An Indian Development Mystery


Tonight I'm flying to Doha and then Hyderabad, India, where I'll be staying (and blogging!) for the next two weeks -- with a short train trip to the state of Kerala, on India's southwestern coast, thrown in for good measure. I am especially excited about seeing Kerala for the first time, in part because it's supposed to be jawdroppingly lush and in part because it's a bit of an economic mystery. I was looking for some good data on the state and found this old chart from Amartya Sen's great book Development As Freedom:

600 kerala life expectancy.png

The data is a little old, but the obvious point of interest here is that Kerala has the lowest per capita GNP and the highest life expectancy of any other place on the chart. It does well on other Human Development Index measures as well. There are lots of competing and overlapping explanations for why this is the case, including (1) early Christian missionaries raising educational standards and literacy to an unusal degree; (2) The unusually high number of residents who work elsewhere and make remittance payments; (3) The unusual level of political involvement in the state; (4) Statewide healthcare and food guarantees. An explanation not on the table is rapid industrialization. Kerala has little of that, which is part of what makes the place odd.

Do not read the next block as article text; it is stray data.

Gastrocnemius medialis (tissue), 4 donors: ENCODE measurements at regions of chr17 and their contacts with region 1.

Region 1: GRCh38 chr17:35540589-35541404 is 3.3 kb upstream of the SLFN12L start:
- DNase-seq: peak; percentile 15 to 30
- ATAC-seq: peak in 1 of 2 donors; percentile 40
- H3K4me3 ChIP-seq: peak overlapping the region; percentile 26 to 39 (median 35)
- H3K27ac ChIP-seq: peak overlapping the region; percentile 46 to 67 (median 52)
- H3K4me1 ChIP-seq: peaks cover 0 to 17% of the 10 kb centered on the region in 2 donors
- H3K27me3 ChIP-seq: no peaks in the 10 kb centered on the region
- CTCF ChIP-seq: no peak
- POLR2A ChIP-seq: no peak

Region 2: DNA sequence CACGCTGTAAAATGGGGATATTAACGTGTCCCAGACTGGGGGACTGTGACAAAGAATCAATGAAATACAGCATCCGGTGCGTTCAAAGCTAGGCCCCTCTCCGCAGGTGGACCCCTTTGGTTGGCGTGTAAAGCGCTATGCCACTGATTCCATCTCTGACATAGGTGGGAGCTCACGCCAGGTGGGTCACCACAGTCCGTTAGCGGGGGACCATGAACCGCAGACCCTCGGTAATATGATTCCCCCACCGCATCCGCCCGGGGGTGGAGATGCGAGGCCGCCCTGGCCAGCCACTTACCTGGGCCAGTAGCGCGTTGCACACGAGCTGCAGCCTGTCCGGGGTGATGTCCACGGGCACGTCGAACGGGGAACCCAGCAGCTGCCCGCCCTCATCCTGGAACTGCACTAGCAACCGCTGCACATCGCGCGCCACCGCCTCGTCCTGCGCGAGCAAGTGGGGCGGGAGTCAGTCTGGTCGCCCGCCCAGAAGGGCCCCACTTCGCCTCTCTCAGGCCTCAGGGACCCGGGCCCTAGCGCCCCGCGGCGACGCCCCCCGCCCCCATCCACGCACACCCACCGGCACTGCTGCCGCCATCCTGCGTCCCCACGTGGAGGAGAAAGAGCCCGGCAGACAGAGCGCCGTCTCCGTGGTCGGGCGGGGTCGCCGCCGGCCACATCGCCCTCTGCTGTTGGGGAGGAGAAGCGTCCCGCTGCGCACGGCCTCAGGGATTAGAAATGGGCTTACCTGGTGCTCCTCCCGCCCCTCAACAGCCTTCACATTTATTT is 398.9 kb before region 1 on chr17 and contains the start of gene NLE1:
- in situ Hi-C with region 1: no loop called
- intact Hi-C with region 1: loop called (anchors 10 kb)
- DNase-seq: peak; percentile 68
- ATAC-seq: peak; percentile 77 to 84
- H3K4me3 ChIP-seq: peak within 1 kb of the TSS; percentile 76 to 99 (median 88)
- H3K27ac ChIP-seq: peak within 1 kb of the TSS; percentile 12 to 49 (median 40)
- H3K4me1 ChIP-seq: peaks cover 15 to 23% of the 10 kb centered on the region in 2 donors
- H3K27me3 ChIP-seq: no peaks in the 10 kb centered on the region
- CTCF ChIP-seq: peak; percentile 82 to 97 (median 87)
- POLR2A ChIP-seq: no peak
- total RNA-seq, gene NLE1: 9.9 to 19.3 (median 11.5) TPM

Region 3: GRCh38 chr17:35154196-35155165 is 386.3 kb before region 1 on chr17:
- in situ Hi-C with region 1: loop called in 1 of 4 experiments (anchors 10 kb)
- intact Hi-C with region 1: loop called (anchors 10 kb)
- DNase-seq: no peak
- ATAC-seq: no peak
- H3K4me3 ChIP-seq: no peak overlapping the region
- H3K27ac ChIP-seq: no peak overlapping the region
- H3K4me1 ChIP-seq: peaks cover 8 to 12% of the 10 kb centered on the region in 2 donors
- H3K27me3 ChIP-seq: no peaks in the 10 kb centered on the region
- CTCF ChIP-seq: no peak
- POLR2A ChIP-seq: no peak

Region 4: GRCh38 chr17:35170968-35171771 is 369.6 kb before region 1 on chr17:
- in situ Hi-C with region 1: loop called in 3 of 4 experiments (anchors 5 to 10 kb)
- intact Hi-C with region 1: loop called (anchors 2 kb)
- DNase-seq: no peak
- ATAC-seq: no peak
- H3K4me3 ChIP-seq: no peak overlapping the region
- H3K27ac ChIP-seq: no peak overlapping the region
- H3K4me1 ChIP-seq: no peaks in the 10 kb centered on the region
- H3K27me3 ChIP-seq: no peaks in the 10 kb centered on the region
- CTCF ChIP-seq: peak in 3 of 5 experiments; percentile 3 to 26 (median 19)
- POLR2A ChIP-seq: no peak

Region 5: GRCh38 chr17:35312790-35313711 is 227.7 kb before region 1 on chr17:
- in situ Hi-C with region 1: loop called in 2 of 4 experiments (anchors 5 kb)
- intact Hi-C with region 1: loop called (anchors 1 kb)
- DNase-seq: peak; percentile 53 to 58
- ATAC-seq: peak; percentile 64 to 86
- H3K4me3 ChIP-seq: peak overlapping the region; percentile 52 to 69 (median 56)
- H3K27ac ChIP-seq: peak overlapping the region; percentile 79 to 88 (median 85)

But more updates after 25 hours of flying.   
 

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Conor Clarke is the editor, with Michael Kinsley, of Creative Capitalism. He was previously a fellow at The Atlantic and an editor at The Guardian. More

Conor Clarke is the editor, with Michael Kinsley, of Creative Capitalism, an economics blog that was recently published in book form by Simon and Schuster. He was previously a fellow at The Atlantic and an editor at The Guardian. He is also on Twitter.

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